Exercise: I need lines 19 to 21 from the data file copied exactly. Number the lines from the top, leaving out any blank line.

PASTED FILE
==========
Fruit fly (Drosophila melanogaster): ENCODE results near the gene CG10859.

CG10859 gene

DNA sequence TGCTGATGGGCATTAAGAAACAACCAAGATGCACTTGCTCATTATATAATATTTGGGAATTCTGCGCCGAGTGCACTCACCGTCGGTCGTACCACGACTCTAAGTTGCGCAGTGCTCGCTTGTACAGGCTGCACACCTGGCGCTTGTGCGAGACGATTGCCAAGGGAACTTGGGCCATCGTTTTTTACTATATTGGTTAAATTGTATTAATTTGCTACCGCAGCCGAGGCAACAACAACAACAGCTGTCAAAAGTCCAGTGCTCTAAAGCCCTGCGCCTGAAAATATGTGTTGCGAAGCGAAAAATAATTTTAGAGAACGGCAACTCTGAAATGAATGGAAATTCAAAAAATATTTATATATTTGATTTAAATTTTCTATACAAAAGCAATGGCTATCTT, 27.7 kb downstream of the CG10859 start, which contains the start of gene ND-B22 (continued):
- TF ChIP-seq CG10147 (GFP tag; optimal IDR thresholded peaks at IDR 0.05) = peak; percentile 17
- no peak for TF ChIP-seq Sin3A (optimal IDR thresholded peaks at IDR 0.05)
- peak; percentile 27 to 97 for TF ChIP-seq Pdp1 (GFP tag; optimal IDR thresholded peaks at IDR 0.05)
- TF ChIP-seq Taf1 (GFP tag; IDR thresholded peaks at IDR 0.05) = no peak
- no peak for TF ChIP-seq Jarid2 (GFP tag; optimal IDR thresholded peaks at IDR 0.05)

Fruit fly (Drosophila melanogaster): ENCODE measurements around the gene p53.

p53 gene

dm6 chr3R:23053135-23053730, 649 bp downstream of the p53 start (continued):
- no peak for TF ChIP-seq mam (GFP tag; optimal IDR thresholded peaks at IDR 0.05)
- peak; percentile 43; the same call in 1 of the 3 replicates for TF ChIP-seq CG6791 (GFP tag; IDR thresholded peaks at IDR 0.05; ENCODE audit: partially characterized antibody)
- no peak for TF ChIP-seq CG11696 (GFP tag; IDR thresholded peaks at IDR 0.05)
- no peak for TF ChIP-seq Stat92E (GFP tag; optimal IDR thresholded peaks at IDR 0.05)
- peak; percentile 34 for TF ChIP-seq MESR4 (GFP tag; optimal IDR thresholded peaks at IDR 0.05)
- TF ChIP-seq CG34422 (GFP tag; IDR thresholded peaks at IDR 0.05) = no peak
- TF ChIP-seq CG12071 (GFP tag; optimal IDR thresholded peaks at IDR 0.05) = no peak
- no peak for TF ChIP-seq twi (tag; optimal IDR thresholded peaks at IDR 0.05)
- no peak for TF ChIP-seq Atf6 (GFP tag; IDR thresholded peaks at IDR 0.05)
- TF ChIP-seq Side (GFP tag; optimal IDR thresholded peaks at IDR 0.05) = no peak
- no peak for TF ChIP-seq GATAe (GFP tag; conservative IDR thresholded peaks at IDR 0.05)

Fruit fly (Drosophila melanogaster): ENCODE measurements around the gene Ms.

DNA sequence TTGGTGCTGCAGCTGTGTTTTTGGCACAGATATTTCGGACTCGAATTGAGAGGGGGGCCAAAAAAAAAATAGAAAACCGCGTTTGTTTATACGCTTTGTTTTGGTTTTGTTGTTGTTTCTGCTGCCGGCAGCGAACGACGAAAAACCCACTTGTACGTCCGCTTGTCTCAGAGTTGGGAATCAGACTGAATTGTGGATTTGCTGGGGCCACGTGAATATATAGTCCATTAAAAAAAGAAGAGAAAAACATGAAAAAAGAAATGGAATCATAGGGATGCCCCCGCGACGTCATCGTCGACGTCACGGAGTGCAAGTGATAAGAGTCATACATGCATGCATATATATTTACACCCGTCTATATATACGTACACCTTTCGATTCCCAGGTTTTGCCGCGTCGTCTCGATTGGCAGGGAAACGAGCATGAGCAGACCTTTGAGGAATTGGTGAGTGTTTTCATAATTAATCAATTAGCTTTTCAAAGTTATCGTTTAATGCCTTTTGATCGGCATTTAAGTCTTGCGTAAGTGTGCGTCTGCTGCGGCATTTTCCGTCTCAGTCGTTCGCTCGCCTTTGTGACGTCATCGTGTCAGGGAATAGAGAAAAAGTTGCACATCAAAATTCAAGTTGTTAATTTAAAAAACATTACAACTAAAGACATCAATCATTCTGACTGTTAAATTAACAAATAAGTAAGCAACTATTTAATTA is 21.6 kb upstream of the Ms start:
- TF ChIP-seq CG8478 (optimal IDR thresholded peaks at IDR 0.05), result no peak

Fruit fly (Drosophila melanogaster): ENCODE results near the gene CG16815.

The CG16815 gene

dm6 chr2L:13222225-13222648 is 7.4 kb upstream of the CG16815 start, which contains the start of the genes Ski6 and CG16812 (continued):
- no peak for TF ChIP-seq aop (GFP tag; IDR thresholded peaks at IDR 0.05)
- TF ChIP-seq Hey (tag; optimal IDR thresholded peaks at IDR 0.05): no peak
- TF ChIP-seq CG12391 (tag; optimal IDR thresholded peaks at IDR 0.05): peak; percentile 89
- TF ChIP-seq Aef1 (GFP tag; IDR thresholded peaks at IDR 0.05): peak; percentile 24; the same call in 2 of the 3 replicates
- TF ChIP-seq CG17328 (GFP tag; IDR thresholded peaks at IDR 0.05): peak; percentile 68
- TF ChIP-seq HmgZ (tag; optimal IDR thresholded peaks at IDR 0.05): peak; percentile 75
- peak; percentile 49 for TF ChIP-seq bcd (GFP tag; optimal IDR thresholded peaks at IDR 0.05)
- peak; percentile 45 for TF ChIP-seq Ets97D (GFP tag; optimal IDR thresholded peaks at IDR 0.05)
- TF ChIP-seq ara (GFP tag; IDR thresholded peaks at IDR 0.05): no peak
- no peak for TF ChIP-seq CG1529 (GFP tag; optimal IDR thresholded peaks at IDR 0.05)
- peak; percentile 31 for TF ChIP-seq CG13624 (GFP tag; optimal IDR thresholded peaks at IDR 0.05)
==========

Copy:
- no peak for TF ChIP-seq twi (tag; optimal IDR thresholded peaks at IDR 0.05)
- no peak for TF ChIP-seq Atf6 (GFP tag; IDR thresholded peaks at IDR 0.05)
- TF ChIP-seq Side (GFP tag; optimal IDR thresholded peaks at IDR 0.05) = no peak